Virginia Arcadia: The Natural Bridge in American Art

VMFA presents Virginia Arcadia: The Natural Bridge in American Art. Explore the artistic legacy of an iconic natural wonder. Depicted and celebrated for centuries, the Natural Bridge is the Shenandoah Valley’s breathtaking centerpiece—a towering, primeval witness to human history and timeless muse. The free exhibition examines its image in paintings, prints, decorative arts, photography and more. Featured artists include Frederic Church, David Johnson, Edward Hicks, and many others.

Virginia Arcadia: The Natural Bridge in American Art examines one of the most frequently depicted sites in American 19th-century landscape painting. It was one of the most frequently depicted and described American natural attractions of the 19th century, likely only surpassed by Niagara Falls. Natural Bridge prompts both aesthetic and scientific contemplation and has figured prominently in discussions of western expansion, slavery, tourism, and ecological conservation. While the rock formation is more than 400 million years old, the earliest published references to the natural wonder involve historical figures such as Thomas Jefferson and George Washington. The Natural Bridge is a site for mythmaking—the creation of American foundational lore that continues to this day. Its historical importance notwithstanding, the Natural Bridge has escaped serious scholarly contemplation and art historical examination.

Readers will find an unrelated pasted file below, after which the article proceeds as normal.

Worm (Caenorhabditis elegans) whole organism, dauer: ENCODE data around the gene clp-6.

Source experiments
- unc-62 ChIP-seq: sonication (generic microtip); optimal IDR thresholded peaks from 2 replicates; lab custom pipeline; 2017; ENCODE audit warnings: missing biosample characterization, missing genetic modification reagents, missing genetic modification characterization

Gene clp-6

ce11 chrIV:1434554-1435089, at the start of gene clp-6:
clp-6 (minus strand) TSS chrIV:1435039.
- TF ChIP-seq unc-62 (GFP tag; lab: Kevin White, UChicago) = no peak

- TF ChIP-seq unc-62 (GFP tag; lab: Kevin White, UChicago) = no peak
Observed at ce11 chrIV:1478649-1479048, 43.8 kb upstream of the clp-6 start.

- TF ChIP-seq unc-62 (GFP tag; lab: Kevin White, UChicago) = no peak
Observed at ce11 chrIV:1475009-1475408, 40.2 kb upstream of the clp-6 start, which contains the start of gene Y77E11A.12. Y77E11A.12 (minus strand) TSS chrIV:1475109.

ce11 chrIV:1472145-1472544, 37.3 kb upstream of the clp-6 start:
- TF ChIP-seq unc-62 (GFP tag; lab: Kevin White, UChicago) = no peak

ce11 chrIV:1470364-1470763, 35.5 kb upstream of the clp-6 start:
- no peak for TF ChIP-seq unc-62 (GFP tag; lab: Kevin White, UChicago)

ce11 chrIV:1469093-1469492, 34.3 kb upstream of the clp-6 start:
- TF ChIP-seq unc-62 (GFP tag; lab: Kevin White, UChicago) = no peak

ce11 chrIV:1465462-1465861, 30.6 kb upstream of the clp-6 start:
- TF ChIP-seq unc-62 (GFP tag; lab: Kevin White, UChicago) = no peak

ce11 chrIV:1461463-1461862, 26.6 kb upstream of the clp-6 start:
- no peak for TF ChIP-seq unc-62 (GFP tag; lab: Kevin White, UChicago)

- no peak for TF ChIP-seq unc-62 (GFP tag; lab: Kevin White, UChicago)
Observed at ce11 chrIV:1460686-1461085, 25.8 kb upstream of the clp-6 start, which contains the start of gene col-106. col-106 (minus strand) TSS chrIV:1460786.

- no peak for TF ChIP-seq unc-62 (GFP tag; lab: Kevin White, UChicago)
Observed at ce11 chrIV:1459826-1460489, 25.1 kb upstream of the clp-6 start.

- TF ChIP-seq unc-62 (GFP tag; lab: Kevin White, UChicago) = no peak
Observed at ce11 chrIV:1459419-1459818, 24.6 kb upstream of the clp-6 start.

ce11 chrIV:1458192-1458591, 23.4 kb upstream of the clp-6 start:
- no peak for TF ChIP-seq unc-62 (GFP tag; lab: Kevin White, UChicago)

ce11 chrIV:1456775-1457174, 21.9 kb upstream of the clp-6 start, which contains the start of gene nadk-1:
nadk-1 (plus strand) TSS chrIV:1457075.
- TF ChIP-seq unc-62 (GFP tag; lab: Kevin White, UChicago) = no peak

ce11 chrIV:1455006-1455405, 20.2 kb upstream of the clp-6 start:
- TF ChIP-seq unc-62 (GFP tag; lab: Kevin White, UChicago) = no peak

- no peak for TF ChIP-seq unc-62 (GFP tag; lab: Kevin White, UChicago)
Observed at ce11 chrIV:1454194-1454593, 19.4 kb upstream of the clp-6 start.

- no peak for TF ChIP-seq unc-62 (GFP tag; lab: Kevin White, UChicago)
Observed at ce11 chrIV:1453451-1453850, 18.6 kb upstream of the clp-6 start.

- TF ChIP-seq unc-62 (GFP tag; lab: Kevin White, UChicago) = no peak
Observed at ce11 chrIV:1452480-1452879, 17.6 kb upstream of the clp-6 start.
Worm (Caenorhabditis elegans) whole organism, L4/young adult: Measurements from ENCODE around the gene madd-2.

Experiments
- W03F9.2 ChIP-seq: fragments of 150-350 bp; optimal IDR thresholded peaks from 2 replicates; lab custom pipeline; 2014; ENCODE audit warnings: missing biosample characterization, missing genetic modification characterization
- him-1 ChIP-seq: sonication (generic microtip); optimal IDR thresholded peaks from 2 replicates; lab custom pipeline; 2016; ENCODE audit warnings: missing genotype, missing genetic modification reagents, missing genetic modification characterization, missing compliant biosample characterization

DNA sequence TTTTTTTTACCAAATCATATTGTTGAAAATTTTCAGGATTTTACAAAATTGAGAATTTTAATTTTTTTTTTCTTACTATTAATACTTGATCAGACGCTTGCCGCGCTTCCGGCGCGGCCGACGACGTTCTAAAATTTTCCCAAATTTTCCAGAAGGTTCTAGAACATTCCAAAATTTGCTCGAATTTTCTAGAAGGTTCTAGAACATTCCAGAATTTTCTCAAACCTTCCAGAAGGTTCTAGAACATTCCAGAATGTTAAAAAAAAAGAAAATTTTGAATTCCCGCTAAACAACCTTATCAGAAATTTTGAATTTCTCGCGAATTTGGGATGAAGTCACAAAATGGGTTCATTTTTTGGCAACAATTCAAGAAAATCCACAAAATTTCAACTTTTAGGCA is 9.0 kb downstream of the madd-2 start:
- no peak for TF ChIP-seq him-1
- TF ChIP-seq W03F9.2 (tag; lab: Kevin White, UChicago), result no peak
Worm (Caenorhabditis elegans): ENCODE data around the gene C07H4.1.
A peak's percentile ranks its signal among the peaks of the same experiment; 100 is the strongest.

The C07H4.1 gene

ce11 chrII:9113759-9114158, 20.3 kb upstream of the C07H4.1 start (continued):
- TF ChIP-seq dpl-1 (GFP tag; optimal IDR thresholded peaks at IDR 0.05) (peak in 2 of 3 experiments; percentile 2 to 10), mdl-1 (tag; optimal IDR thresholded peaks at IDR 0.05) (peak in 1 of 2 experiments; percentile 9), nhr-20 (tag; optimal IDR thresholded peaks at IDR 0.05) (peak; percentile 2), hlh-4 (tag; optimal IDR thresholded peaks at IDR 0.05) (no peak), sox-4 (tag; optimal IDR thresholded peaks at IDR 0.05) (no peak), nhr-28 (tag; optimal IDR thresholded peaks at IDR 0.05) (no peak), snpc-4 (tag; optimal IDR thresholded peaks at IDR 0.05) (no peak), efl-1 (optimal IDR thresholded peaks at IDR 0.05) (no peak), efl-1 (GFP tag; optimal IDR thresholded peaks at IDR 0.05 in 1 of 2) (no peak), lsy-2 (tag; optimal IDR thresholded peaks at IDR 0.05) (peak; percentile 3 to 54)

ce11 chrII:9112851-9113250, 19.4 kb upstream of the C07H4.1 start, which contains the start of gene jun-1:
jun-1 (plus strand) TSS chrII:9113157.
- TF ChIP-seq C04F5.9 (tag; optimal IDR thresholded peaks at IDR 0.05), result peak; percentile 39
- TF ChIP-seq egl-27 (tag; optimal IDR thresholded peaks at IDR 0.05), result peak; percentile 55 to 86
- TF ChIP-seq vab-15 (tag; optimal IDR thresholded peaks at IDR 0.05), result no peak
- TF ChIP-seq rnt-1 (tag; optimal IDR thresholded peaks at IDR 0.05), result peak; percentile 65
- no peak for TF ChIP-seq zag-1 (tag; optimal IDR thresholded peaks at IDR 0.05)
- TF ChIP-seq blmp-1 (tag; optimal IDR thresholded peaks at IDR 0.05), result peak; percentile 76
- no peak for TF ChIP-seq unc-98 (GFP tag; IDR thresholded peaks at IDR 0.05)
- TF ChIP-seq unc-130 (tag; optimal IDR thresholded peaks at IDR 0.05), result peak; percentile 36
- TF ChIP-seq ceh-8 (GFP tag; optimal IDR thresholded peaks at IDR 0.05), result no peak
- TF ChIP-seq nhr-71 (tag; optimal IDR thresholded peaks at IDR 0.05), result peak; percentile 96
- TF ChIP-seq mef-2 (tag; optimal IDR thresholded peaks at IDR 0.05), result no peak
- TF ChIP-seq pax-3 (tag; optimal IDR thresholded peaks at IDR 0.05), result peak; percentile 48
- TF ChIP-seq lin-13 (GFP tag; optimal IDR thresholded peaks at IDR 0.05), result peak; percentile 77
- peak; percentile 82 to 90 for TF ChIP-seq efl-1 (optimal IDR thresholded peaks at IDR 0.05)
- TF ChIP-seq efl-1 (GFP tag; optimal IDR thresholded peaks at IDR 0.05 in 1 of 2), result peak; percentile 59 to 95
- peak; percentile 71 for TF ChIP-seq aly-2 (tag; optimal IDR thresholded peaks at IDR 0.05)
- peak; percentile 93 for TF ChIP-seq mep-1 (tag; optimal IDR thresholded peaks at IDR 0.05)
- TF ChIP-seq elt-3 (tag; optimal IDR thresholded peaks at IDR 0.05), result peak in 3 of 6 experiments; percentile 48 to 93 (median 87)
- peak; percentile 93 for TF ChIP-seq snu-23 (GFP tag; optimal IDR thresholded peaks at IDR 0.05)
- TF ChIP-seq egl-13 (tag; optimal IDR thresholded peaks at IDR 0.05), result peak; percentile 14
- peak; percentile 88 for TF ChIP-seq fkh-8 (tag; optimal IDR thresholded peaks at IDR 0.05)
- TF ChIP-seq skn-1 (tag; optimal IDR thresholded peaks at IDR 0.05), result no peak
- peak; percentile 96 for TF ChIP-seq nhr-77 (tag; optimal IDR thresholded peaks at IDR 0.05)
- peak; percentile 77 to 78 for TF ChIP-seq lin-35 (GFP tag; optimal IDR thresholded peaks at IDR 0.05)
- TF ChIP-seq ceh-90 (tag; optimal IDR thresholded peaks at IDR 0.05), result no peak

Situated in the Shenandoah Valley, within the evocatively named Rockbridge County, the Natural Bridge formed gradually as the waters of Cedar Creek caused erosion, resulting in an arched formation measuring 215 feet high and 90 feet wide. In 1774 Thomas Jefferson purchased the site from King George III as part of a 150-acre tract of land. The land remained in the Jefferson family for seven years after his death in 1826. The arch quickly became one of the most reproduced and easily recognizable natural wonders.